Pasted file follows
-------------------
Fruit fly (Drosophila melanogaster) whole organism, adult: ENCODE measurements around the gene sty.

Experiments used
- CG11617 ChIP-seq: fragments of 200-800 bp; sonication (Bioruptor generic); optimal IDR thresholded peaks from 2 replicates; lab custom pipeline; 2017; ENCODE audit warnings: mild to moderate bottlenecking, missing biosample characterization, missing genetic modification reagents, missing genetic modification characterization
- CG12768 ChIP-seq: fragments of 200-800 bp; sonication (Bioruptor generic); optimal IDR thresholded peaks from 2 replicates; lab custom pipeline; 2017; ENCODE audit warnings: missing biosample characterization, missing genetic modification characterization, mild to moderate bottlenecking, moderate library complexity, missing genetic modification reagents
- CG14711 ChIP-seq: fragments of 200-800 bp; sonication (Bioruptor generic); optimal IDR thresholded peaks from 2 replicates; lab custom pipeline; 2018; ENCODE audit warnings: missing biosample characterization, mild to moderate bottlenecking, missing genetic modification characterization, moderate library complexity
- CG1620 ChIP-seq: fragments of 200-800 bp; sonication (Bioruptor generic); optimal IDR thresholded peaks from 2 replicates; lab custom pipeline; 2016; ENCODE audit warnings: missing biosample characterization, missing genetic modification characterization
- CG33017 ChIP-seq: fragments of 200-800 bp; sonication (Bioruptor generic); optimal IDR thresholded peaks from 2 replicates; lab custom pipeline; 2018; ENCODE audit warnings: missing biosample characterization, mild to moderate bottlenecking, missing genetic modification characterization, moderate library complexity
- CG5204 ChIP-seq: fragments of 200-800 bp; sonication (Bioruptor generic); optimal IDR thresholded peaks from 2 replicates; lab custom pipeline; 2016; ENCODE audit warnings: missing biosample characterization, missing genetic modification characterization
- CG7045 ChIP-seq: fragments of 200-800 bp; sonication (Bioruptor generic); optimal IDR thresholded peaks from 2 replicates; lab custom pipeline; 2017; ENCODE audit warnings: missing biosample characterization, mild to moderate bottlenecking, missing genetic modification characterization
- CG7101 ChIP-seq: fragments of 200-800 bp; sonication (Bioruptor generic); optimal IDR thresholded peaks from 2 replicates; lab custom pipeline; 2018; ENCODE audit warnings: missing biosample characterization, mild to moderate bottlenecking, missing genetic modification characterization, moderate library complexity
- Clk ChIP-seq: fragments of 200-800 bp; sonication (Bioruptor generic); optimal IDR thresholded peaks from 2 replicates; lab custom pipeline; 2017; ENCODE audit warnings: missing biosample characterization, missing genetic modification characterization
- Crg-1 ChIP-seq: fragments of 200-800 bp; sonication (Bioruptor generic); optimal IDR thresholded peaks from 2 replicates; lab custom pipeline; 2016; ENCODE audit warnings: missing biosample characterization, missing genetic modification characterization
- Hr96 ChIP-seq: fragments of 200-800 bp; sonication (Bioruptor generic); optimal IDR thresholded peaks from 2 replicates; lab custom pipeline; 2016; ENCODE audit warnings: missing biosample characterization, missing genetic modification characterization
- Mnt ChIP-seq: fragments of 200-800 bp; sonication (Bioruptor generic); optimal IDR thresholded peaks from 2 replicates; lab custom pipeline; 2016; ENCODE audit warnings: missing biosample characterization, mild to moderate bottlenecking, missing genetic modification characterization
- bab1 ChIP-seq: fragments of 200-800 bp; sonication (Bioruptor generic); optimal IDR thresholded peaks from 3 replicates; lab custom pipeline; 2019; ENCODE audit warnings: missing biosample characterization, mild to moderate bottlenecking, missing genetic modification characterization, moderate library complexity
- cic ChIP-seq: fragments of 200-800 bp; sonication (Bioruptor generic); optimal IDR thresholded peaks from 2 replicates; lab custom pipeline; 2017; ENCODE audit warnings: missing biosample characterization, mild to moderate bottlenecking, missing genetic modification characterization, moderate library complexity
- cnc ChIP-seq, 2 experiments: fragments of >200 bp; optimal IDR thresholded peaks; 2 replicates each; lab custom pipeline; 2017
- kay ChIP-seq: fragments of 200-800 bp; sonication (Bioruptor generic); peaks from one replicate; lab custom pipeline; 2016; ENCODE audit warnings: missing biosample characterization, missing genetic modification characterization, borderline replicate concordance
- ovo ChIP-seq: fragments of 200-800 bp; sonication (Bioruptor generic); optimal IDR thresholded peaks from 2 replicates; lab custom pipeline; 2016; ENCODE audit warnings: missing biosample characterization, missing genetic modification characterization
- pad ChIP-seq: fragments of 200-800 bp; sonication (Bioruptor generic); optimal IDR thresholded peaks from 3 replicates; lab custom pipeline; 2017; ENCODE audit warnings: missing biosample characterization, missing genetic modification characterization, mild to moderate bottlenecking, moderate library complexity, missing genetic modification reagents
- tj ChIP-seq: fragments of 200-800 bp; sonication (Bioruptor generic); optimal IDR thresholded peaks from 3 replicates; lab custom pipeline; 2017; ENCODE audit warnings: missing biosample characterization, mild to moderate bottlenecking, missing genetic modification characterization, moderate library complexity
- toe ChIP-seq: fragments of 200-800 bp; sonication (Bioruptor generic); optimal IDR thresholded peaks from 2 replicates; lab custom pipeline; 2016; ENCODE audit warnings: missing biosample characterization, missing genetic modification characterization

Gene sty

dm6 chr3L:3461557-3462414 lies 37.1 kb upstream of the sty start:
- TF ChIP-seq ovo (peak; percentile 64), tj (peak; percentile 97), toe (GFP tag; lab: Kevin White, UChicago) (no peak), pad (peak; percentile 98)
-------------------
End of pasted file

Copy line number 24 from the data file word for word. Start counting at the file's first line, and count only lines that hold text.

dm6 chr3L:3461557-3462414 lies 37.1 kb upstream of the sty start: